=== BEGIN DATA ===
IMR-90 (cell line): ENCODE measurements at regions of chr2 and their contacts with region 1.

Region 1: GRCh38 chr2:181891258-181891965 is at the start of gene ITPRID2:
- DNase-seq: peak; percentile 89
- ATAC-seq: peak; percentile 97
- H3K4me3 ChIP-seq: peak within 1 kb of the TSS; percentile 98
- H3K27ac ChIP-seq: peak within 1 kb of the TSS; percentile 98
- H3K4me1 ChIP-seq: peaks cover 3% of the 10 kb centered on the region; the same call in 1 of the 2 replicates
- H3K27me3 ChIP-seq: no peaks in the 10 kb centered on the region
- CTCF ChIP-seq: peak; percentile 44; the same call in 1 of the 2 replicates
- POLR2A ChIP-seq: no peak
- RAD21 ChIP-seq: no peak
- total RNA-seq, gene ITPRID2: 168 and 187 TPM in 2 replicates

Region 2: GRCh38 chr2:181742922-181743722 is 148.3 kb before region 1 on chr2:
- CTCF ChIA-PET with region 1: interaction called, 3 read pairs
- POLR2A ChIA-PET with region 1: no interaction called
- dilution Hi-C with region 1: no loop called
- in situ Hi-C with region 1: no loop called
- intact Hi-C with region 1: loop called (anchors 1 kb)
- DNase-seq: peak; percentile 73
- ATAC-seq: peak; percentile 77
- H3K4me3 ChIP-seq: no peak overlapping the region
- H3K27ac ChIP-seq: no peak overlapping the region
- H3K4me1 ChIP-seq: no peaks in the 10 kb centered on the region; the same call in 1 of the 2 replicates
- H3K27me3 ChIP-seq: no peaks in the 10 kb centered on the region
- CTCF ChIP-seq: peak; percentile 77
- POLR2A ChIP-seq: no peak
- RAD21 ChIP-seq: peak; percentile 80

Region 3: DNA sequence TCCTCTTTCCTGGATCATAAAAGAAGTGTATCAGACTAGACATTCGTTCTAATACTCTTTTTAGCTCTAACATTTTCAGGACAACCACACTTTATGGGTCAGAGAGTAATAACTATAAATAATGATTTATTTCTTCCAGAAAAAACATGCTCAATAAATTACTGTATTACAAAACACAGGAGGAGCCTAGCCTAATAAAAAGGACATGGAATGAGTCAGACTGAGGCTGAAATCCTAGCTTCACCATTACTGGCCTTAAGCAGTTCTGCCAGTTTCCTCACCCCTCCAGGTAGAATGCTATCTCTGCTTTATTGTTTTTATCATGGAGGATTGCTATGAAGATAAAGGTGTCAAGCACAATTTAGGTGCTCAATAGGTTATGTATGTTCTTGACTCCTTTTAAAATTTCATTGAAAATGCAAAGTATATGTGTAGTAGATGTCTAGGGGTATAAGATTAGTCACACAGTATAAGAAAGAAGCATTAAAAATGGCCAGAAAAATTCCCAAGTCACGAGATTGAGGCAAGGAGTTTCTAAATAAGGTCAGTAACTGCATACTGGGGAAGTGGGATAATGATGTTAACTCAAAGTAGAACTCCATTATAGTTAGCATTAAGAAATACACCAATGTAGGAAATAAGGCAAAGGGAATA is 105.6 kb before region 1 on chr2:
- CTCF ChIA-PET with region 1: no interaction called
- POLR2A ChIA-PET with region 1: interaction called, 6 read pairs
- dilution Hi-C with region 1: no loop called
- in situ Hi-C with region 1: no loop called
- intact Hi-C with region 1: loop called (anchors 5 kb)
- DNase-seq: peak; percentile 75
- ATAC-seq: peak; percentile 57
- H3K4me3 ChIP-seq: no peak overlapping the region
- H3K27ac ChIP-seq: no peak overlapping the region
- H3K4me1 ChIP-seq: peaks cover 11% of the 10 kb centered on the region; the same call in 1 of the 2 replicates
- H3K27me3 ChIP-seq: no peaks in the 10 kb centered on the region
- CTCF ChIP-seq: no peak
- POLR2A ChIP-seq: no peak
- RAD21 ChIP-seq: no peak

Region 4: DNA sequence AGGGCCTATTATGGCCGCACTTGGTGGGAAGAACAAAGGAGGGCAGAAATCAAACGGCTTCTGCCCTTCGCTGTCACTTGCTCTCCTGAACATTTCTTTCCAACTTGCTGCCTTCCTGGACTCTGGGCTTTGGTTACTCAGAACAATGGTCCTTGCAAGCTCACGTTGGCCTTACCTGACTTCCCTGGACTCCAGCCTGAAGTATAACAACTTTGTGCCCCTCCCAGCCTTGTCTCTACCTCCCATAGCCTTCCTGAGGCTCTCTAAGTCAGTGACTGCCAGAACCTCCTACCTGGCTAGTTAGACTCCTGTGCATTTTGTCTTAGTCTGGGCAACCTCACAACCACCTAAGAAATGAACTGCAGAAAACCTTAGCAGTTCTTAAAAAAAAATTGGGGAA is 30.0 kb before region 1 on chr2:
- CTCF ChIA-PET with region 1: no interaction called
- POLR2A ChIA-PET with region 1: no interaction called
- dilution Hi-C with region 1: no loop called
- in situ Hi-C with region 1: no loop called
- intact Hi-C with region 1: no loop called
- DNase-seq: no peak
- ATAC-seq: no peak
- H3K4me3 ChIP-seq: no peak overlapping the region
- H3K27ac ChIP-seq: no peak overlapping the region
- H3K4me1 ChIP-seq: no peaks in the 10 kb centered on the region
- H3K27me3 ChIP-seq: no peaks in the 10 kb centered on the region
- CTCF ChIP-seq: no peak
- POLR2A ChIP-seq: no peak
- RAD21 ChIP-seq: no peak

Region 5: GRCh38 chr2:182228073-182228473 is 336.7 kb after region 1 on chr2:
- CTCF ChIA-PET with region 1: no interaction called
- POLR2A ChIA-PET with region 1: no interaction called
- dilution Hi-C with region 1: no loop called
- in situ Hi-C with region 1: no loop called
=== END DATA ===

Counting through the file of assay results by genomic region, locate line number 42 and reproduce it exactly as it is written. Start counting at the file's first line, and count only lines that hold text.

- RAD21 ChIP-seq: no peak